Following his presentation, I asked Mr. Gouk from the floor whether he was aware that his "new approach" was inconsistent not only with the decisions of the Supreme Court of Canada and the Corrections and Conditional Release Act, but also with principles enshrined in international human rights covenants to which Canada was a party. What meaningful changes in justice behind the walls would come from putting these principles aside? What evidence did Mr. Gouk have that rescinding fundamental human rights would result in a safer and more secure democracy? I neither expected nor received a response.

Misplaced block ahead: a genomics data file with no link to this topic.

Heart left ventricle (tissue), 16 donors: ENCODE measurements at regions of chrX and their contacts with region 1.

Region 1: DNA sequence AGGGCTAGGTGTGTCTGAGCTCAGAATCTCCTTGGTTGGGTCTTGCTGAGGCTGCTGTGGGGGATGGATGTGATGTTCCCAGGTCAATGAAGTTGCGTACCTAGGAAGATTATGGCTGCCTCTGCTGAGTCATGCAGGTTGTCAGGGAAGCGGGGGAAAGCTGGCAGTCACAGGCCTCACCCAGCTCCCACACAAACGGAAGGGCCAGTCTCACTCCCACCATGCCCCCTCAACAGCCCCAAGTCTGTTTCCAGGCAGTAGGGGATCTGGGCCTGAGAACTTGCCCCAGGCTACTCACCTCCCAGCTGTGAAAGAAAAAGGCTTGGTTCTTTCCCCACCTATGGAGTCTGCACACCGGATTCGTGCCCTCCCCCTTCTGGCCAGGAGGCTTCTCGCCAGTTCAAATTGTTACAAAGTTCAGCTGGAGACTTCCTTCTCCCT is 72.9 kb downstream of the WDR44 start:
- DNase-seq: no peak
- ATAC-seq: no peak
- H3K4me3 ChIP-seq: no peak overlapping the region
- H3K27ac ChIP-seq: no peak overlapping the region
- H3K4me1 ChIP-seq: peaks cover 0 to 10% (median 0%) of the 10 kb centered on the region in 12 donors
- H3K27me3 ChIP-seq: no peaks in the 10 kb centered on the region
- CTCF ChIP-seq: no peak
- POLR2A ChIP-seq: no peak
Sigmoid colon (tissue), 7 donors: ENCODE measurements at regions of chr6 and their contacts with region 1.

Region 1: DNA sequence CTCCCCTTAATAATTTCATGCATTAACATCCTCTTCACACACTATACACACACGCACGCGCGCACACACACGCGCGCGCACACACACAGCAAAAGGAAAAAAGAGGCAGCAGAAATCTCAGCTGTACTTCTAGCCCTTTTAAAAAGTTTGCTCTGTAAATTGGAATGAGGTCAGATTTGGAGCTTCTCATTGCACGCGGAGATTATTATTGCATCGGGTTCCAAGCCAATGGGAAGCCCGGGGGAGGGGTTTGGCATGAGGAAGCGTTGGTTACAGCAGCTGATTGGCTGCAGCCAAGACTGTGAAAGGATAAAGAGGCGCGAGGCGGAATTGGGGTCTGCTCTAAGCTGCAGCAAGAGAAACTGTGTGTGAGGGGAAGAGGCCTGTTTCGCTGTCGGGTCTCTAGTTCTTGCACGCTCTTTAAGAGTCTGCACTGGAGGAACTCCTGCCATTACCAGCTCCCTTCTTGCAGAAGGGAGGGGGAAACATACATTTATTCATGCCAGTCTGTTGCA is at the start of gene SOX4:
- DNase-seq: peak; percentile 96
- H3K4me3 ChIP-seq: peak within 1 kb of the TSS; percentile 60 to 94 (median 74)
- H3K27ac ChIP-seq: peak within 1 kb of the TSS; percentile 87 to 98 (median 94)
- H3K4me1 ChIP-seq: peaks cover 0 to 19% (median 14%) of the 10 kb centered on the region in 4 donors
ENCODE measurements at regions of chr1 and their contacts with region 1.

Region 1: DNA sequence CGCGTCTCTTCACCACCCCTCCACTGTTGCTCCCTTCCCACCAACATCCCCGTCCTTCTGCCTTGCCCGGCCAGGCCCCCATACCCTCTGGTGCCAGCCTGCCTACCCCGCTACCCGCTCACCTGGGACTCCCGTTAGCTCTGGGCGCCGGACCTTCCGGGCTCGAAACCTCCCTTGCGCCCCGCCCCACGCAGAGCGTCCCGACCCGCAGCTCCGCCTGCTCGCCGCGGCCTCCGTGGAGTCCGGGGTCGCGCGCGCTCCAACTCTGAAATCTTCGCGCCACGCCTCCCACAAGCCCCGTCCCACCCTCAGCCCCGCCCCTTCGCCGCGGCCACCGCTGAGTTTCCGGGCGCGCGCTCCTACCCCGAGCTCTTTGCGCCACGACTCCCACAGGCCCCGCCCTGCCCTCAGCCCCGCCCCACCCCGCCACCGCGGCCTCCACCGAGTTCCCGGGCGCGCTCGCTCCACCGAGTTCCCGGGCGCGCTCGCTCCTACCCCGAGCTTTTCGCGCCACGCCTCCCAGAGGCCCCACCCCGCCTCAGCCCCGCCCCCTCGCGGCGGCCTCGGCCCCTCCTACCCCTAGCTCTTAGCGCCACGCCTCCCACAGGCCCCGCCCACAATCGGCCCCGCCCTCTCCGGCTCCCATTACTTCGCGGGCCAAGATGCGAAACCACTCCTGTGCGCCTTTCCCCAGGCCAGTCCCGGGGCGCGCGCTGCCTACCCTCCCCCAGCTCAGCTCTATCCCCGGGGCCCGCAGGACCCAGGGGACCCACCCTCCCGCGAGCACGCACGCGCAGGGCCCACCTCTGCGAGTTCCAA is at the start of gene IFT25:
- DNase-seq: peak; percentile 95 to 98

At the same conference, Commissioner of Corrections Ole Ingstrup and I were part of a panel with the theme "The Ongoing Struggle for Justice." The Commissioner, in reflecting on changes within the Correctional Service of Canada, began with a quotation from the 1977 report of the House of Commons Sub-Committee on the Penitentiary System in Canada.
[The] fundamental absence of purpose or direction creates a corrosive ambivalence that subverts from the outset the efforts, policies, plans and operations of the administrators of the Canadian Penitentiary Service, saps the confidence and seriously impairs the morale and sense of professional purpose of the correctional, classificational and program officers, and ensures, from the inmate's perspective, that imprisonment in Canada, where it is not simply inhumane, is the most individually destructive, psychologically crippling and socially alienating experience that could conceivably exist within the borders of the country. ( Report to Parliament at 156)